Silent Cruising: Electric Watercraft

My brother-in-law Ted flew out from the east coast this past week with his family for a ski trip to Steamboat. Maggie went up for a couple of days to visit with them and came back with a boating magazine Ted had picked up on the plane.

Wouldnít you know, right there in the middle of all the ads for huge yachts and massive power boats was an article on, you guessed it, electric boats. Seems like everyone is getting into the act these days.

Weíre not talking little trolling motors here, either. These are good sized boats (up to 40 feet) that get their primary motive power from electricity. And they arenít just toys for putting around the harbor, a 40 foot electric cruising power boat called the Charger 40 has a range of 50 miles. This makes them ideal for day cruises where they can tie up at a marina at night for recharging. Even the giant luxury liner Queen Elizabeth 2 is really an electric boat, operated by a diesel/electric system.

The article, in Chesapeake Bay Magazine, lists a half dozen manufacturers of electric boats across the country producing displacement style boats with electric power plants. A displacement style boat is one, like a sailboat, that doesnít plane on the water like a ski boat or large power boat.

These boats are generally slow cruisers that operate at sailboat speeds without all the labor of sailing. This kind of boat hull can benefit from using the weight of batteries as ballast. Electric motors operate as great auxiliary power for large sailboats also.

Imagine how you could sneak up on the fish in 11 mile reservoir with a nearly silent electric boat or cruise coastal bays and inlets without scaring the wildlife. These boats also operate at much lower voltages than the current crop of electric automobiles. Generally, these boats operate in the 12 to 48 volt (DC) range whereas a typical electric vehicle can operates in the range of 96 to 144 volts (either AC or DC).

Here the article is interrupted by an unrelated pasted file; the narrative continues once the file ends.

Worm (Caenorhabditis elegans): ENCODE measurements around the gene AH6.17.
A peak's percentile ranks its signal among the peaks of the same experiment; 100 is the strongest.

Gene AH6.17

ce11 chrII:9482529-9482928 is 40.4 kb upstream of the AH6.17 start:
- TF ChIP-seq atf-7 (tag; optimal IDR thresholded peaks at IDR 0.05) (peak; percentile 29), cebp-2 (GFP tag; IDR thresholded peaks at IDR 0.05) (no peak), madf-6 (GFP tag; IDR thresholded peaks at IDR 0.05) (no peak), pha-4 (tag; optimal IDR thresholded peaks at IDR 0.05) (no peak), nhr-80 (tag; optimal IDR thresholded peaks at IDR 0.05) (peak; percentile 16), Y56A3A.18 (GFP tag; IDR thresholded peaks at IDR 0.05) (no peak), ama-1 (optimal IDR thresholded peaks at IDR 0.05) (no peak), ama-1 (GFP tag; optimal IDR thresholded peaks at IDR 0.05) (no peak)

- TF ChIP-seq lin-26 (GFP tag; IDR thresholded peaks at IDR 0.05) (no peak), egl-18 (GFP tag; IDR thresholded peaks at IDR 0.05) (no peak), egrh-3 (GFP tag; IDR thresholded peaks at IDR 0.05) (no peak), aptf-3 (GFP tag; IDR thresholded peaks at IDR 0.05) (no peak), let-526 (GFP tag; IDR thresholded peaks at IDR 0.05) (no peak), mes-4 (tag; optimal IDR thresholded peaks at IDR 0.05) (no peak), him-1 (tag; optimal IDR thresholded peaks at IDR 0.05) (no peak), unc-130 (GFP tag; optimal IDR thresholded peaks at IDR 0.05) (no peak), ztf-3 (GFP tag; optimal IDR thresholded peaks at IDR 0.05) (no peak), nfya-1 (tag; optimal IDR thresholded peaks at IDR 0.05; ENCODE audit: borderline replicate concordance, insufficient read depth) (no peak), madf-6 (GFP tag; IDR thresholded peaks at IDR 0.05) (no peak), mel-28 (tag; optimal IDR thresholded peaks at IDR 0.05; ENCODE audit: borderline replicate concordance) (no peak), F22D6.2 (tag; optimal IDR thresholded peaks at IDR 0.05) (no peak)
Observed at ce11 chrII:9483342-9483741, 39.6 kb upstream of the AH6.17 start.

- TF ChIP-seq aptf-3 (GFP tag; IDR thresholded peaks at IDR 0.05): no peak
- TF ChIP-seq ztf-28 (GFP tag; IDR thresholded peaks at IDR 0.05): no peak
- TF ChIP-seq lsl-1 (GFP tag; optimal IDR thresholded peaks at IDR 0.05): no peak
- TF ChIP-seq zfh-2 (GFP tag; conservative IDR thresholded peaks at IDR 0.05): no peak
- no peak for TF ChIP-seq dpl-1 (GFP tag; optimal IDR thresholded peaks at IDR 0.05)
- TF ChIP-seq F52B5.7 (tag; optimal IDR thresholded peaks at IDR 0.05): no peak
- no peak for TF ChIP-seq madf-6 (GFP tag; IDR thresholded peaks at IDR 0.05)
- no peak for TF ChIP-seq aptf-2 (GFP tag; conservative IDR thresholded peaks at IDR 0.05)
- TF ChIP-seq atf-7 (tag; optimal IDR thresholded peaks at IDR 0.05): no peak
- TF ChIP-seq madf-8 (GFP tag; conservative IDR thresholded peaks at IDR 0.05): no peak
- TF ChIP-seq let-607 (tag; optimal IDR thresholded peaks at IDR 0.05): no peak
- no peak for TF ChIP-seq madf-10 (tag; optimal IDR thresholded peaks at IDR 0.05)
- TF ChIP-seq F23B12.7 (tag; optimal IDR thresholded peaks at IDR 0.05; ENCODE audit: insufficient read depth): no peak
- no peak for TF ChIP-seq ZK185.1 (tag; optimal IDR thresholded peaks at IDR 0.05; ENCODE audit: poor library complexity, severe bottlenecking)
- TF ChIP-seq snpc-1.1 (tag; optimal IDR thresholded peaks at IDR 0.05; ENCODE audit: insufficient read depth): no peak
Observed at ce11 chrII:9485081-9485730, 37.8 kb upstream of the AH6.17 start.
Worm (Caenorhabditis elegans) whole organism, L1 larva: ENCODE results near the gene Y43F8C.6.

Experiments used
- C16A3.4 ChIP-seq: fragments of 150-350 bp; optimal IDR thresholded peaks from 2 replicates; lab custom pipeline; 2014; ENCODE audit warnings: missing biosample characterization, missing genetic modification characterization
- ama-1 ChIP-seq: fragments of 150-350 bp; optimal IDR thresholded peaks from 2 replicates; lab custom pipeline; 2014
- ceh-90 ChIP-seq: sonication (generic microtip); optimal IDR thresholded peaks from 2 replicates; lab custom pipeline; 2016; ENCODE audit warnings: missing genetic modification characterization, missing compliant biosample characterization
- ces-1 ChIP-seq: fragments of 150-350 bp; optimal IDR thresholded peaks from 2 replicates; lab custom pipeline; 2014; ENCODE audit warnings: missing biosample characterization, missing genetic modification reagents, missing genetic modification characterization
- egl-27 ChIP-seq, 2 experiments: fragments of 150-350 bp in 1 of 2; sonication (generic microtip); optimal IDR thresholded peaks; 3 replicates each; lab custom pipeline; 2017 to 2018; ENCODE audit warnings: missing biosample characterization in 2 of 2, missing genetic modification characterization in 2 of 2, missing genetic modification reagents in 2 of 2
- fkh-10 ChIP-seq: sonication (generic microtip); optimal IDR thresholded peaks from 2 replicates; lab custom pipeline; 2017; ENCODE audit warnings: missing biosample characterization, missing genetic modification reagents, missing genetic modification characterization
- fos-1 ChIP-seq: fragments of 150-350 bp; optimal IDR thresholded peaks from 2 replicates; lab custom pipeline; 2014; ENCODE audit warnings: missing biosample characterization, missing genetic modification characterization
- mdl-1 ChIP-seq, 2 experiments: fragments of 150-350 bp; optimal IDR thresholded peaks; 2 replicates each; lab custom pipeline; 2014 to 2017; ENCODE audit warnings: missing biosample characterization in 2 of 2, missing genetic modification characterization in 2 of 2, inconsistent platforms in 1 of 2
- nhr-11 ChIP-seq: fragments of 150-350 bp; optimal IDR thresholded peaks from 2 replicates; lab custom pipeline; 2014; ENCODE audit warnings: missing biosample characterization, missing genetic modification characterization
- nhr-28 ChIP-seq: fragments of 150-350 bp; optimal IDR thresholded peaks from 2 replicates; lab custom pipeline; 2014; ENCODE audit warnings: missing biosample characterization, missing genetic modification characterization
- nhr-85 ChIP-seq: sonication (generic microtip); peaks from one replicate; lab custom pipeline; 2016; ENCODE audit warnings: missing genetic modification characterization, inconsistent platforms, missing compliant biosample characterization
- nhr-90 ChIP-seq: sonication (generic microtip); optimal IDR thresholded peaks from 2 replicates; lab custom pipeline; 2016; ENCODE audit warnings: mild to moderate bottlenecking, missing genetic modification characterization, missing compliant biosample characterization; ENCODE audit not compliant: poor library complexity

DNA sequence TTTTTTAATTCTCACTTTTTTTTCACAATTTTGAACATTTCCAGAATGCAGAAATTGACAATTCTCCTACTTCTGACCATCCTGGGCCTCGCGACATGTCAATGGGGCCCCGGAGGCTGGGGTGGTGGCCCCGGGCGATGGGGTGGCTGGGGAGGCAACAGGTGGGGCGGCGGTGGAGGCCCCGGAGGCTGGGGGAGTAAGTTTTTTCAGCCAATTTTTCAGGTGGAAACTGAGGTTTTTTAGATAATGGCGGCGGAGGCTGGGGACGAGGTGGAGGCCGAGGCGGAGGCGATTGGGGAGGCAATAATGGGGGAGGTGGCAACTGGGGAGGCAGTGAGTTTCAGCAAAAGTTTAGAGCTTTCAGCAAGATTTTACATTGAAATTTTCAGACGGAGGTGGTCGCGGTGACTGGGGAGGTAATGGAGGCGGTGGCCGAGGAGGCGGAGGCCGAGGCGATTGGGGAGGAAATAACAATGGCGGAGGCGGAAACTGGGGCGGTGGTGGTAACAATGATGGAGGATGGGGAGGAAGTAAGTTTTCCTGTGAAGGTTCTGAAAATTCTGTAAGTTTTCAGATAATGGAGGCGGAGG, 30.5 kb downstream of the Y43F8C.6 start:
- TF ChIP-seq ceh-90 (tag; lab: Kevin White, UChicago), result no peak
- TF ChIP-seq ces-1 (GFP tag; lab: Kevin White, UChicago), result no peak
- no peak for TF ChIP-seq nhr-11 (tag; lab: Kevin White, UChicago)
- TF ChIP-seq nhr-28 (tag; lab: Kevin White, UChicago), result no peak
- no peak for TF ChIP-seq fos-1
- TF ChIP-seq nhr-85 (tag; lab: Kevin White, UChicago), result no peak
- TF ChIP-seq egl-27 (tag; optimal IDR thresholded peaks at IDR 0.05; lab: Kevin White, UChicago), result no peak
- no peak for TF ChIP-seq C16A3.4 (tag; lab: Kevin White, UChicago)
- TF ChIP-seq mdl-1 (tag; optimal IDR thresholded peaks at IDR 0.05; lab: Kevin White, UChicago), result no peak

This makes the boats inherently safer because of the lower voltages. They are also extremely low maintenance. With a gasoline or diesel engine there is a lot of maintenance involving oils, greases, and other consumables to say nothing of lots of parts to wear out. An electric has essentially one moving part (the armature) and about the only things that will ever wear out are bearings and contacts. Thatís it.

Catastrophic failures for this kind of system are rare, which is very reassuring when you are out on the water. Plus, an added advantage of the lower voltages used in these boats is the ease of adding PV panels or a small wind generator to provide a charge to the batteries. With this kind of setup it would be difficult to get stranded without any power. A sunny or windy day would be all that is needed to recharge the batteries enough to get to safety.

On another East Coast note, my brother, who has the misfortune to live in Central Maine, has begun to wonder out loud about the advisability of adding a renewable energy backup to his old farmhouse. Itís amazing how those that have always taken the grid for granted are now getting real world lessons on its fragility.

First was the West Coast a couple of years ago with 2 huge power outages, neither of which "could ever happen", but did. Now the Northeast and Canada have been blasted back to the 19th century by Mother Nature and are getting a lesson in the price to be paid for being too dependent.

I have also "talked" online in the last week with a man in Canada who is about ready to strangle his solar powered neighbor who has the only home for miles with dependable power.

My brother stood in line for 5 hours to buy a generator and got it successfully hooked up to his home, after enduring a week without power. However I suspect he will quickly tire of the drone of the engine every time he needs to turn on a light.

Iíll make a bold (but very safe) prediction. This Spring will see a dramatic rise in renewable energy installations in the Northeast.

All Contents © 1998
Wagonmaker Press
Thomas W. Elliot


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